The well-attended webinar drew a large crowd to Facebook for a live Q&A following the presentation. Dr. Woerner could not address all the questions posed during that time, so we invited her to continue the conversation here on our blog. Below are a few additional questions and her responses.

Is security competence a key capability for business transformation in digital era?
In our interviews with boards of directors, we are seeing a strong interest in cybersecurity. All of the business models I reference in the webinar take it as a given that you’re keeping your customer data safe and you’re managing privacy concerns in the environment you’re operating in. Every company we talk to says this is a bedrock. If you can’t keep data secure, you’ll have trouble.

Are these business models specific to digital business, or could they apply to the traditional economy?
There has been a lot of research done on traditional business models. But since the whole world is becoming digital, we [CISR] think our sponsors and patrons need guidance on how to think about the threats and opportunities digital poses. Through our research, we heard about a wide variety of initiatives, but generally companies were seeking to transform in two dimensions: to know more about their end customers, and to operate in an increasingly digital ecosystem. To prepare for the future, companies need to develop new capabilities in these two areas.

Do these business models and frameworks apply across industry?
Industries do not constrain digital business models. These models should occur in every industry. However, some companies will have a harder time with the shift than others, including those with a lot of legacy. Older, more established companies may find digital transformation harder to address. For example, they may be challenged to develop a platform that lots of companies can play on because they have long established ways of working with customers. These companies have to be willing to cannibalize, and that’s a hard thing to do when you’re already successful.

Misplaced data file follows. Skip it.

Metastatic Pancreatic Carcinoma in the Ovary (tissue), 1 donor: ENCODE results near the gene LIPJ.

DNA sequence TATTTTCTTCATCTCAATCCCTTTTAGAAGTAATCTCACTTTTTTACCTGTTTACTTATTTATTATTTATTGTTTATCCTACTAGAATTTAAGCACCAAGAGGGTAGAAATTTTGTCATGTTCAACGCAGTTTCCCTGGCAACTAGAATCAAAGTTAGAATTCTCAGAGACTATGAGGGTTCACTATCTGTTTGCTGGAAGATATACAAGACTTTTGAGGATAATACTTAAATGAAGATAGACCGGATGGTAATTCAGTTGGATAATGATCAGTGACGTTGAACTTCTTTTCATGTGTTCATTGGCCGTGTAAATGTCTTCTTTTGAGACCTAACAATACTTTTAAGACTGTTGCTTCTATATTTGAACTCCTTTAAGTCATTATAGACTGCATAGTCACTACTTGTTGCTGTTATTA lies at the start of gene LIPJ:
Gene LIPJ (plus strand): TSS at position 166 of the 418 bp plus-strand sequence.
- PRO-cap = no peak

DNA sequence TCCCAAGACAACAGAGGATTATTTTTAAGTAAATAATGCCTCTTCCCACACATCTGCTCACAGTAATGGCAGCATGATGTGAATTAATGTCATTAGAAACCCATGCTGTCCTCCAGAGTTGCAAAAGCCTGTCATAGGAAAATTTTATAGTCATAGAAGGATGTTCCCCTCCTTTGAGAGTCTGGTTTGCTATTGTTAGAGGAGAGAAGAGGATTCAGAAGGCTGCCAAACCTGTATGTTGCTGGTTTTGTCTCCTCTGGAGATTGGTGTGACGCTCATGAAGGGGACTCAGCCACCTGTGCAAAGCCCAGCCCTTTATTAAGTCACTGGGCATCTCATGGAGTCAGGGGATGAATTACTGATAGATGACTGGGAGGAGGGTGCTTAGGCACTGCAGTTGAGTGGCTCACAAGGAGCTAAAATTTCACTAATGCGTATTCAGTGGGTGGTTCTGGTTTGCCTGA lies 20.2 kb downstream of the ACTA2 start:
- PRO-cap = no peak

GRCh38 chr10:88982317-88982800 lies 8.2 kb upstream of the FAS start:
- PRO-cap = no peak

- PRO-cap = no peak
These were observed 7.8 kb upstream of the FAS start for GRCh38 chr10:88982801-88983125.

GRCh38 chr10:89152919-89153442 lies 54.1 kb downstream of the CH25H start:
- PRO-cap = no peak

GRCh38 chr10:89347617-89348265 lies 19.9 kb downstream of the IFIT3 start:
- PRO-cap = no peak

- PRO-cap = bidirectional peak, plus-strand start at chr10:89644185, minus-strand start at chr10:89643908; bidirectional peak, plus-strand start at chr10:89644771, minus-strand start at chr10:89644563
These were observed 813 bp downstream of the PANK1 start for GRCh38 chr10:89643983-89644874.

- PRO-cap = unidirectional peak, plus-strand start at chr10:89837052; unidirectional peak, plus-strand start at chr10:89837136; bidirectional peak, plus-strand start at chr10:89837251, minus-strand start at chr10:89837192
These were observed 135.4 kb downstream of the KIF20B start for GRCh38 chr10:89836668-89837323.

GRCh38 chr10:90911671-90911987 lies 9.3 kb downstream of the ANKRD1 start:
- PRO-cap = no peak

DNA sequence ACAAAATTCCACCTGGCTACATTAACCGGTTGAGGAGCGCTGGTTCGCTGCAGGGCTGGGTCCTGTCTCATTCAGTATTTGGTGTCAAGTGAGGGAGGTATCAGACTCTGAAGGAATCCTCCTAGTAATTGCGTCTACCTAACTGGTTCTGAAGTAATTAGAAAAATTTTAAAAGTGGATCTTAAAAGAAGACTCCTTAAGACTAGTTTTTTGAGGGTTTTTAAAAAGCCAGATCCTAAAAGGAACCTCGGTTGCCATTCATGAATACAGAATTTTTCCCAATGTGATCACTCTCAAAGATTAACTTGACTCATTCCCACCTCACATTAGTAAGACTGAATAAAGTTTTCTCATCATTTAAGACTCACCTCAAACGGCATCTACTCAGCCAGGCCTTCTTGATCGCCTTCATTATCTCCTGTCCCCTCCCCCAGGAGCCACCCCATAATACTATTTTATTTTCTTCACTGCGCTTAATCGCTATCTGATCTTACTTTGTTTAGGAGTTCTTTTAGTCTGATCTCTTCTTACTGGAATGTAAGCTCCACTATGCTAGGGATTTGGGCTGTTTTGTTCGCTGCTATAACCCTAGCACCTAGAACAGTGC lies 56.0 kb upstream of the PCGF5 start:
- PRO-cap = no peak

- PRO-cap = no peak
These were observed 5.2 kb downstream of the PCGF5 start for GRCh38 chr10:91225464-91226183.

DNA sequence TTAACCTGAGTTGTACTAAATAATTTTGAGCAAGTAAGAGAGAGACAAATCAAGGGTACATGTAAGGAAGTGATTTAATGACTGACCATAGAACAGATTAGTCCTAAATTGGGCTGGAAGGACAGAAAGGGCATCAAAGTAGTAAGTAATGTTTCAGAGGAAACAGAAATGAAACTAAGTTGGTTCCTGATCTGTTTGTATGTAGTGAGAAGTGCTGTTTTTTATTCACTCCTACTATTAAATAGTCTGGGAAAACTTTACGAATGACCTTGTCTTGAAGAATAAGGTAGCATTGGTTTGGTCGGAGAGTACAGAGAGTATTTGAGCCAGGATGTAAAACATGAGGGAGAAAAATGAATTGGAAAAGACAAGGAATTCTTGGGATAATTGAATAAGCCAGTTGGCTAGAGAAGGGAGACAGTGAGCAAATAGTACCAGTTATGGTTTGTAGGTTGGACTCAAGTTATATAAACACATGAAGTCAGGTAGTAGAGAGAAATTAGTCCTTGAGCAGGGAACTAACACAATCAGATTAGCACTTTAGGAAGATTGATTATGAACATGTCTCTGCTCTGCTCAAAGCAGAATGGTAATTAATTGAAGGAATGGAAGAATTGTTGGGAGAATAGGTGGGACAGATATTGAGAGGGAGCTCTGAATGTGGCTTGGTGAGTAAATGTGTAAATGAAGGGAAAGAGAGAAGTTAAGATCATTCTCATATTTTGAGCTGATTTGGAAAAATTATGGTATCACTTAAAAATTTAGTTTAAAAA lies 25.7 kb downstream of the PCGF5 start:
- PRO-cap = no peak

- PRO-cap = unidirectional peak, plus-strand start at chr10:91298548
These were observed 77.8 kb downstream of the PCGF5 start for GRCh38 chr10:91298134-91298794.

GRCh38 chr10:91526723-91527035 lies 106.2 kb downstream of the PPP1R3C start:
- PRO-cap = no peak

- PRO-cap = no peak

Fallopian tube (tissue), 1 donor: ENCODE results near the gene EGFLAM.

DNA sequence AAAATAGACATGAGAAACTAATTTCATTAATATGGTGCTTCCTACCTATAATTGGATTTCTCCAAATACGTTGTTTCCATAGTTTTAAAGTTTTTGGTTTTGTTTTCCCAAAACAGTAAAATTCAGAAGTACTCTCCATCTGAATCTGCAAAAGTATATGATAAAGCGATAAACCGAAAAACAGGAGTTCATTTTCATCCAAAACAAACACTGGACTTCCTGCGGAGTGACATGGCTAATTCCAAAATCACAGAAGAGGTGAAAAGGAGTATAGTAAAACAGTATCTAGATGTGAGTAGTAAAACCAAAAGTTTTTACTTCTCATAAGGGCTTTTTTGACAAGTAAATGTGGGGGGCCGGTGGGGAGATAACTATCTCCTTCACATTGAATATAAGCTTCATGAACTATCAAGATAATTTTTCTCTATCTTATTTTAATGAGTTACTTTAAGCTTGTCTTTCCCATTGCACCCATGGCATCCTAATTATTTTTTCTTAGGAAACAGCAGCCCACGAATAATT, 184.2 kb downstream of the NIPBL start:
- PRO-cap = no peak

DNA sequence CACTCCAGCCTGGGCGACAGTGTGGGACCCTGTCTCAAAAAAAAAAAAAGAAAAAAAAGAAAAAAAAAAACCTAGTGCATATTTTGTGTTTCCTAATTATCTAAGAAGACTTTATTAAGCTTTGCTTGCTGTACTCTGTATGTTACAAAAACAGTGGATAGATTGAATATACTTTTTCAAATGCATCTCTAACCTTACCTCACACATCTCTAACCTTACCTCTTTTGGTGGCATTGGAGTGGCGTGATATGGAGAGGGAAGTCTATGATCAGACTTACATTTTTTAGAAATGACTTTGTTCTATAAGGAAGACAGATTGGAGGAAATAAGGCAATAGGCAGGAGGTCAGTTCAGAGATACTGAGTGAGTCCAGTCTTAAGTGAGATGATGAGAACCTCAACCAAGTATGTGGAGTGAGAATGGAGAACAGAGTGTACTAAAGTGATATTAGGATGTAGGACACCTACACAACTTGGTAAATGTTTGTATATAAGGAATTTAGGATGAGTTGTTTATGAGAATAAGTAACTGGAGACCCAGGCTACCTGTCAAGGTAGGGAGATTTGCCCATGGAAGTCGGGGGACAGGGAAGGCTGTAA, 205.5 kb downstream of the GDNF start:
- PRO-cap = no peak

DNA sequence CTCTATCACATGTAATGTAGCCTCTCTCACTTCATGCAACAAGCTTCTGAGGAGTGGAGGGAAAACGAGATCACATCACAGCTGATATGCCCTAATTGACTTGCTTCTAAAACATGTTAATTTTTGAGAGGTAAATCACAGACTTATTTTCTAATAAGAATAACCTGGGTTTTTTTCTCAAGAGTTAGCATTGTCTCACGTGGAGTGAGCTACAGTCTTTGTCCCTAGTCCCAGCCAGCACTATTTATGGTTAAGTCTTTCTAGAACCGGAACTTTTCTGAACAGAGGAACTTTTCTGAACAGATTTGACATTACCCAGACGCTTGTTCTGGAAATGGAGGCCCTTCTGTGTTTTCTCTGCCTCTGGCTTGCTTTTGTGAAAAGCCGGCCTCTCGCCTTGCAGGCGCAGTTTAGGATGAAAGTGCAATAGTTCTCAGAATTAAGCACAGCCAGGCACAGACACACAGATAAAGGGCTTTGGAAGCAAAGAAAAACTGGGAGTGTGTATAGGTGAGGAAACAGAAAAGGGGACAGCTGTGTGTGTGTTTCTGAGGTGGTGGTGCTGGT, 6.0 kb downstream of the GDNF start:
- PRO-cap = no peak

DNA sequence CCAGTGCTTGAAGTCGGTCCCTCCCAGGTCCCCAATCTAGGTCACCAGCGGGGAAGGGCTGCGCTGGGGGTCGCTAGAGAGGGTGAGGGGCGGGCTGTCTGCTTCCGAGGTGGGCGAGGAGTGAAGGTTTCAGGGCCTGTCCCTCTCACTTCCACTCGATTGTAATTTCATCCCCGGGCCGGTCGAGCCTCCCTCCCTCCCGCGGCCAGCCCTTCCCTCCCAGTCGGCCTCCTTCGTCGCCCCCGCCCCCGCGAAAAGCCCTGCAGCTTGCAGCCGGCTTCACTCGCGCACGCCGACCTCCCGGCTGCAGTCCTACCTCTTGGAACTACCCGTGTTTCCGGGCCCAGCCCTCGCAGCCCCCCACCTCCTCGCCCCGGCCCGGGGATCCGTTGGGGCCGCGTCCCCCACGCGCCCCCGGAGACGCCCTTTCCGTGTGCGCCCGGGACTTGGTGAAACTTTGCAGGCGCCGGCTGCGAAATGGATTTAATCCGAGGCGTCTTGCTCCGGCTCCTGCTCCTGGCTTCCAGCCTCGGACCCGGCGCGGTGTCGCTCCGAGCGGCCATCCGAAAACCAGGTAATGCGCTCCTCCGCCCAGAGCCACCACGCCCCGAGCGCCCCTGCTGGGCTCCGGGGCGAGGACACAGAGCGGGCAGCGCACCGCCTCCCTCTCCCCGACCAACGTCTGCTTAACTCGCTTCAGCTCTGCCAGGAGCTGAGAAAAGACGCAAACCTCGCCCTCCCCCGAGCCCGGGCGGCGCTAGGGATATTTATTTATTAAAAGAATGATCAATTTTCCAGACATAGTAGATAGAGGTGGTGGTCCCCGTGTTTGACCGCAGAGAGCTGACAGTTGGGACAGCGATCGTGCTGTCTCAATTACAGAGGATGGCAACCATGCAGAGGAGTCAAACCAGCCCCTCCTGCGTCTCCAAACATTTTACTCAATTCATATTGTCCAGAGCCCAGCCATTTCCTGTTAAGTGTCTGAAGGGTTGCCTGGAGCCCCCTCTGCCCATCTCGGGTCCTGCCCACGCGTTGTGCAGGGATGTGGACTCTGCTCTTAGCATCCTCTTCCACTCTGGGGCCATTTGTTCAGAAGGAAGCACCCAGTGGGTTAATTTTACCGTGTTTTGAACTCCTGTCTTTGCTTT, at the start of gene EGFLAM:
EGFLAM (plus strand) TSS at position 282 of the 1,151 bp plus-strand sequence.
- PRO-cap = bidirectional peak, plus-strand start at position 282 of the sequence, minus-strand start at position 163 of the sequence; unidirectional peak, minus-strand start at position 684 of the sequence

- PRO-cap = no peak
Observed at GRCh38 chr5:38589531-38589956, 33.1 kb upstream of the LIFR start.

What are the main risks of remaining a supplier?
As enterprises continue to digitize and search becomes easier, suppliers are likely to lose power and be pressured to continually reduce prices, perhaps resulting in further industry consolidation. For example, the Procter & Gamble Company has anticipated this potential loss of power and growth. While they have been successful, they don’t understand their end users. So P&G has recently begun a campaign to learn more about and connect with its more than 4 billion customers worldwide (using social media, direct-to-consumer connections and data-based approaches, etc.). It’s why we see the need for ongoing, incremental innovation--it can help keep you from having to compete on only on cost.

Does big data have an impact on these business models?
I think that data doesn’t have to be big data. Companies need to think about how to explore their little data, too. What matters is becoming experienced in the way you use the data you have. Companies need to use their data to make decisions, as opposed to the HIPPO model (looking for the highest paid person’s opinion in the room). There are very few companies that have gotten around to exploring the data they have. If you start embedding the use of data in your decision-making process, the data itself will become better because people are depending on it. That’s how you move from little data to big data. But ultimately this data has to be great. It needs to be the single source of truth. You don’t want it scattered all over the company in silos, because you’ll be missing opportunities.

How is digitization affecting your business? Assess the digital threat, and become a part of Woerner’s research, by taking this short questionnaire.